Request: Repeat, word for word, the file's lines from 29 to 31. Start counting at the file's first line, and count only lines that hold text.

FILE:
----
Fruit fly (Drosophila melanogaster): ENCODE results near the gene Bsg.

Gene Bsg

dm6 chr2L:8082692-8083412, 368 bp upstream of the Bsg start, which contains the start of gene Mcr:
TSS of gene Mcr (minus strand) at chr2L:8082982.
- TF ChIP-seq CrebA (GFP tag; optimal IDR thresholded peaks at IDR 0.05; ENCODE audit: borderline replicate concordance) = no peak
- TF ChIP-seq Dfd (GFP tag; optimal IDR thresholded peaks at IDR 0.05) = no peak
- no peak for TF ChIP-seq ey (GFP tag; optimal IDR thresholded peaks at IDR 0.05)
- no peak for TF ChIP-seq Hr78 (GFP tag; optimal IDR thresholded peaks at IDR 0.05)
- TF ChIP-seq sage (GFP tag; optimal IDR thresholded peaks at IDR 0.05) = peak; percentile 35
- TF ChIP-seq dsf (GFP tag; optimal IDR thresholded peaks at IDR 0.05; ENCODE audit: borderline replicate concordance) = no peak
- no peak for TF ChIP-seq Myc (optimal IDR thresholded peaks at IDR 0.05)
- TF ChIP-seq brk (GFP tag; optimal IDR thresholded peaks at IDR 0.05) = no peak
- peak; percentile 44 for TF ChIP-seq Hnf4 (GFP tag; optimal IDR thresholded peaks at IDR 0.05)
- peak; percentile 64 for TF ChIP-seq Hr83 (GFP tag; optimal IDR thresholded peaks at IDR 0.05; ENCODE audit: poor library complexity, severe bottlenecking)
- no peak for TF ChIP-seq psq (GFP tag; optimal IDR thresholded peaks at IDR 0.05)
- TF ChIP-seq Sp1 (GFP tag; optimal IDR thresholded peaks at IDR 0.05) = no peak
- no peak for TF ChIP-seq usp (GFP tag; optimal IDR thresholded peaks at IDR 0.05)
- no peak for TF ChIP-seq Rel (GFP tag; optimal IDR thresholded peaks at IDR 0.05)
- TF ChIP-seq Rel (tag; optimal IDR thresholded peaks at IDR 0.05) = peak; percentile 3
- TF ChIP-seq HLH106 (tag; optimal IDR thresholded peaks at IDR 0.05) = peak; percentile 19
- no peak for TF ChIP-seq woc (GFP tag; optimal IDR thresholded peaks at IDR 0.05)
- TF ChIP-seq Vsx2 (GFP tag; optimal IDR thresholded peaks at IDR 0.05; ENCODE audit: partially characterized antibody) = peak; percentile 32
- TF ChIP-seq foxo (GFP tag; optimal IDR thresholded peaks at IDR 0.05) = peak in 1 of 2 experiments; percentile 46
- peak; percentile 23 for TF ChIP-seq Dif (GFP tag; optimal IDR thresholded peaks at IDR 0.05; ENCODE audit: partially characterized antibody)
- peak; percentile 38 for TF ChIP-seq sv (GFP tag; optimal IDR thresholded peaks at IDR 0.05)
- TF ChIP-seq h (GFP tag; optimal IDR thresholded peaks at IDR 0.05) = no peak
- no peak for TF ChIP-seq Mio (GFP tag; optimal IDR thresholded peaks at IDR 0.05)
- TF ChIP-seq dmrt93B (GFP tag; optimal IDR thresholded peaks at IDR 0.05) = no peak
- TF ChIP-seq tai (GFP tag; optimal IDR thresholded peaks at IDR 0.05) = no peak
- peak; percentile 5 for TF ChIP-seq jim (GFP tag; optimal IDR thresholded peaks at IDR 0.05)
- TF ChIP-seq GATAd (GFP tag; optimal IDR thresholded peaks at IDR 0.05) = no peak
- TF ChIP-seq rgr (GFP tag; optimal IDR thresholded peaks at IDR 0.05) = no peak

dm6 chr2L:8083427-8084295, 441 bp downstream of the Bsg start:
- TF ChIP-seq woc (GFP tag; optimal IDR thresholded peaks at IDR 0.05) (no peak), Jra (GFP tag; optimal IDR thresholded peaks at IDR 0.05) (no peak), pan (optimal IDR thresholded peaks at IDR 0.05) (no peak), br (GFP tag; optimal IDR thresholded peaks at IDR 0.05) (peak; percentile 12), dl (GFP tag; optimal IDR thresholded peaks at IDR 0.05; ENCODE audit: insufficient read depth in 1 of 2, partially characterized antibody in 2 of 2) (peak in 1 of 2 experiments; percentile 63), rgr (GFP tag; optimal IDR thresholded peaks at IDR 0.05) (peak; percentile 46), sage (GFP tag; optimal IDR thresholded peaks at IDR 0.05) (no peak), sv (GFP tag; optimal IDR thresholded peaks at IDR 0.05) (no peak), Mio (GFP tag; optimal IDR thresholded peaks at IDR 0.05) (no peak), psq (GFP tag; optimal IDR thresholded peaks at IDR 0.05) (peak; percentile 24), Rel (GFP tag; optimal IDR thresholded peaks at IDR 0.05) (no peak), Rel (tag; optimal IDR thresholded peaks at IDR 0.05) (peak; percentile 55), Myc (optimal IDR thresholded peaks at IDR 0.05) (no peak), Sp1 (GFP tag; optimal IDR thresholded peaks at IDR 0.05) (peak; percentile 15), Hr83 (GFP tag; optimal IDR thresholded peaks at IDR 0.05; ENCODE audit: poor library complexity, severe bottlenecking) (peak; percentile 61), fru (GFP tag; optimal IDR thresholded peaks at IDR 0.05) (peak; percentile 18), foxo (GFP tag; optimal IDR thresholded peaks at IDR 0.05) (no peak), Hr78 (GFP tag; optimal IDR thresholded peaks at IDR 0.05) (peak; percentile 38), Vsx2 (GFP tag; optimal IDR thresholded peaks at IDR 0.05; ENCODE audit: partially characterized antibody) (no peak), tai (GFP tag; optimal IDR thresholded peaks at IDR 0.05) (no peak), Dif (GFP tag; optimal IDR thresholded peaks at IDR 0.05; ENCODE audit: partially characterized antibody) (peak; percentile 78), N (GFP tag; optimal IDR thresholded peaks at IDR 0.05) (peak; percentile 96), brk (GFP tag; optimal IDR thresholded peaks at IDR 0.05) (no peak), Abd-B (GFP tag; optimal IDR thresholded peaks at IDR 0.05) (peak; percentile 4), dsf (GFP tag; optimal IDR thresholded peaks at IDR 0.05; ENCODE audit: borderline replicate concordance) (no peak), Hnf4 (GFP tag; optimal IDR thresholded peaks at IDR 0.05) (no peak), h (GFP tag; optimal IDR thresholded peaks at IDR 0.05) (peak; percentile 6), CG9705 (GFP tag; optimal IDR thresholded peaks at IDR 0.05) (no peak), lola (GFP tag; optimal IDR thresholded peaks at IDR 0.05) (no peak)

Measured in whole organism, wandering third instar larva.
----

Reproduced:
- TF ChIP-seq tai (GFP tag; optimal IDR thresholded peaks at IDR 0.05) = no peak
- peak; percentile 5 for TF ChIP-seq jim (GFP tag; optimal IDR thresholded peaks at IDR 0.05)
- TF ChIP-seq GATAd (GFP tag; optimal IDR thresholded peaks at IDR 0.05) = no peak